Universal Compliance: A Strategy for Nuclear Security, George Perkovich, Jessica T. Mathews, Joseph Cirincione, Rose Gottemoeller, Jon B. Wolfsthal, Carnegie Endowment for International Peace. March 2005.
The new strategic aim of nonproliferation policy should be to achieve universal compliance with the norms and rules of a tough-ened nuclear nonproliferation regime.
Six obligations form the core of the universal compliance strategy. Each requires many subsidiary policy changes, resources, and institutional reforms. Some of the necessary steps depend on new national or international laws or voluntary standards, while others require only the will to live up to existing commitments. Of the nearly one hundred recommendations in the present volume, twenty are highlighted here as the top priorities. They are a combination of the steps with high impact that are achievable in the near term and those that will take longer but would be truly transformative.
Obligation 1. Make Nonproliferation Irreversible. The nonproliferation regime must be adapted to changed conditions by making its fundamental bargains meaningfully enforceable and irreversible. International rules managing the production and distribution of nuclear weapon-usable materials need to be revised and the terms by which states can withdraw from the NPT need to be clarified and tightened.
Obligation 2. Devalue the Political and Military Currency of Nuclear Weapons. All states must diminish the role of nuclear weapons in security policies and international politics. The nuclear weapon states must do more to make their nonproliferation commitments irreversible, especially through the steady verified dismantlement of nuclear arsenals.
Obligation 3. Secure All Nuclear Materials. All states must maintain robust standards for securing, monitoring, and accounting for all fissile materials in any form. Such mechanisms are necessary both to prevent nuclear terrorism and to create the potential for secure nuclear disarmament.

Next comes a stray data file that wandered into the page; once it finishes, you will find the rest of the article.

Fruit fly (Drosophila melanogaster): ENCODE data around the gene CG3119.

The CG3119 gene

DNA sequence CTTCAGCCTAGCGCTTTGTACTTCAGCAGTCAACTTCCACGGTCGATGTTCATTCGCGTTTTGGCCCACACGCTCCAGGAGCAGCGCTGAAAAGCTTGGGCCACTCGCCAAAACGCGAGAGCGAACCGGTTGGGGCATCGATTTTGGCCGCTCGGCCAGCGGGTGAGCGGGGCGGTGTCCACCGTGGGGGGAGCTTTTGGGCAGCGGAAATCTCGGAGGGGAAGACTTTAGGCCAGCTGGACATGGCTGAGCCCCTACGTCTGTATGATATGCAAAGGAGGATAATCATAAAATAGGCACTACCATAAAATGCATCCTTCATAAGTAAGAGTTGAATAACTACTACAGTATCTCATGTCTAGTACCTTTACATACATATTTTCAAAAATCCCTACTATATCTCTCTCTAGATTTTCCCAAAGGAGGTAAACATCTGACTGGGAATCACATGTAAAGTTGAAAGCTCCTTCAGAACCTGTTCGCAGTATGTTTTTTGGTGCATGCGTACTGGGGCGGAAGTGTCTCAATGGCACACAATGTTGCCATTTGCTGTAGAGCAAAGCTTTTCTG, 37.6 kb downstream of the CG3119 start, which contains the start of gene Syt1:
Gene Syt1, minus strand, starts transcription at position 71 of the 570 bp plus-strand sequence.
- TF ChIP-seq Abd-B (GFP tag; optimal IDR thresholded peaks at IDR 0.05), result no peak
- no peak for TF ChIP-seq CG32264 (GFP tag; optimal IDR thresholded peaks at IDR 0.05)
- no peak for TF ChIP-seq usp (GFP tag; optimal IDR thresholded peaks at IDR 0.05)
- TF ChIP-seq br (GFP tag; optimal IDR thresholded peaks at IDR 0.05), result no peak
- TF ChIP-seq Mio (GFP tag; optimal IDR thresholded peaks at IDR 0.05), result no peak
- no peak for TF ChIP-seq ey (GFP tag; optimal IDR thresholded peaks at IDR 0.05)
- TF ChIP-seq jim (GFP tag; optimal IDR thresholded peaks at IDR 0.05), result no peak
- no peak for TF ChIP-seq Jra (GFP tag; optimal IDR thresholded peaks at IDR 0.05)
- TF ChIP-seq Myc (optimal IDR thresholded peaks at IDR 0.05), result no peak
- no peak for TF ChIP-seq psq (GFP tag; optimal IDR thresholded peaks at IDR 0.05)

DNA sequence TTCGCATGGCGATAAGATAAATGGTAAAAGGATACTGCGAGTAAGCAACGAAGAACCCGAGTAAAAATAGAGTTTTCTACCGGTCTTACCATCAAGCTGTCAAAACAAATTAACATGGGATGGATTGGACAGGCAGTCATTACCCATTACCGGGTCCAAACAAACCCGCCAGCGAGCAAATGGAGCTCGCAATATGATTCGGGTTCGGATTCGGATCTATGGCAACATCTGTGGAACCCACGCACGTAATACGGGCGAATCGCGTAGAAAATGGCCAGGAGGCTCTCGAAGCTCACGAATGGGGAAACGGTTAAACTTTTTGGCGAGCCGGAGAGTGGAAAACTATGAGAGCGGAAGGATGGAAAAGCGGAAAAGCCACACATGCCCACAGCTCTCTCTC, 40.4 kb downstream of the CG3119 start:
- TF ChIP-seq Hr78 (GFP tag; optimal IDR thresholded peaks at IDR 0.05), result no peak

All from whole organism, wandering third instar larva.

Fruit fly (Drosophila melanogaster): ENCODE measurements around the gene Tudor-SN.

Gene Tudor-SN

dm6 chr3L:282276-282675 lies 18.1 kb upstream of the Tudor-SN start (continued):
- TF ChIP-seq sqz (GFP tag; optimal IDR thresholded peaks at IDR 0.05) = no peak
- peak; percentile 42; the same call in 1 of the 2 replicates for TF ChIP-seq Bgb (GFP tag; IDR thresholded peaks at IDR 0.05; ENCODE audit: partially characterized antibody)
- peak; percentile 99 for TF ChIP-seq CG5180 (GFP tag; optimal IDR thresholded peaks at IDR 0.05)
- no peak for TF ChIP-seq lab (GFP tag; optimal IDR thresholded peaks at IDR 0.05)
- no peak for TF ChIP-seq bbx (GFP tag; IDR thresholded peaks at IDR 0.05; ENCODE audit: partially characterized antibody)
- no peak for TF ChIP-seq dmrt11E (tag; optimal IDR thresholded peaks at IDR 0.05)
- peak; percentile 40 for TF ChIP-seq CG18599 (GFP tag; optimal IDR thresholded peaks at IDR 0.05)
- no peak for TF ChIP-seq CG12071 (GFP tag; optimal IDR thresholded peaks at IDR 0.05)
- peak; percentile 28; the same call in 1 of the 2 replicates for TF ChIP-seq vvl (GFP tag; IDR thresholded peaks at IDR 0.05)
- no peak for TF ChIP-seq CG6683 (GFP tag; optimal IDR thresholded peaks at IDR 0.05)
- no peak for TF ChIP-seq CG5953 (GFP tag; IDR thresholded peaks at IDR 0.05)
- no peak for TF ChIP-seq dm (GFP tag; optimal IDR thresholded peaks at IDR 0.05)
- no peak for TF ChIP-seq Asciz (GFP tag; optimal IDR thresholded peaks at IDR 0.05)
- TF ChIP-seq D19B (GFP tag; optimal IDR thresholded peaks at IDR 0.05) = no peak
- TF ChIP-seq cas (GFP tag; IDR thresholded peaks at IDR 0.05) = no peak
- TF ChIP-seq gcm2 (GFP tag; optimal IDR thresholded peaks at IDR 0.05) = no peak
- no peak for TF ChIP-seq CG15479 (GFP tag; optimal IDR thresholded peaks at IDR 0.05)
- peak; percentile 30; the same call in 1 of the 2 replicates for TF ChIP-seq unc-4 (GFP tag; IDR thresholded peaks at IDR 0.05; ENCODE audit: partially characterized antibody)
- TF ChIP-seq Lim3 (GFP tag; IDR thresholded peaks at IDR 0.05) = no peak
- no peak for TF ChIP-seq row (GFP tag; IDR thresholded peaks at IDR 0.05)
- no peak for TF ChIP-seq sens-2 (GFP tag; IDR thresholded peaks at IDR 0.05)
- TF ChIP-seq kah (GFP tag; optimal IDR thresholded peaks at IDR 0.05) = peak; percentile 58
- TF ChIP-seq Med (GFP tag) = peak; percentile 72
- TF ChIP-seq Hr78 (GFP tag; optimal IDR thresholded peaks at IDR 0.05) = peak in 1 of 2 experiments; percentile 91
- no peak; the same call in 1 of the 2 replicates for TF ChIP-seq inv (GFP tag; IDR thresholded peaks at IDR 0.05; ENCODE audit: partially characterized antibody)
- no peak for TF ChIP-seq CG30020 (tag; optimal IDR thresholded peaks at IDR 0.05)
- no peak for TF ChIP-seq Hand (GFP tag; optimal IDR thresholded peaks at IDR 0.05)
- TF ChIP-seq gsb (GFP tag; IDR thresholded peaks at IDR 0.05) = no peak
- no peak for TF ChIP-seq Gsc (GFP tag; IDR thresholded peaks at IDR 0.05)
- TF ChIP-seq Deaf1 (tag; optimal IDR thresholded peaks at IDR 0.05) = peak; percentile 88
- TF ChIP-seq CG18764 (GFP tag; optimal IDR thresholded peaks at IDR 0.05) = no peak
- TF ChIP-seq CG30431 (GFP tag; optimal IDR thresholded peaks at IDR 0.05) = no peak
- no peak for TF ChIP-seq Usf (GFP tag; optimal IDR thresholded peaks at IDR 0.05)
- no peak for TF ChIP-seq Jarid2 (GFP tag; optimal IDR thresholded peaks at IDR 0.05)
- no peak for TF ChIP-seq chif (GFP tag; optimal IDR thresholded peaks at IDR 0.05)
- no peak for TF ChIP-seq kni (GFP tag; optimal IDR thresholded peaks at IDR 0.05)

Obligation 4. Stop Illegal Transfers. States must establish enforceable prohibitions against efforts by individuals, corporations, and states to assist others in secretly acquiring the technology, material, and know-how needed to develop nuclear weapons.
Obligation 5. Commit to Conflict Resolution. States that possess nuclear weapons must use their leadership to resolve regional conflicts that compel or excuse some states’ pursuit of security by means of nuclear, biological, or chemical weapons.
Obligation 6. Solve the Three-State Problem. The unrealistic demand that India, Israel, and Pakistan (which never signed the NPT, and hence did not violate it in acquiring nuclear weapons) give up their weapons and join the NPT as non-nuclear states should be put aside. Instead, a policy should be pursued that focuses on persuading these three states to accept the same nonproliferation obligations accepted by the weapon state signatories. The three states should not be rewarded with trade in nuclear power reactors, but should receive cooperation to strengthen nuclear material security and reactor safety.
Project coordinator: Richard Tanter
17 May 2008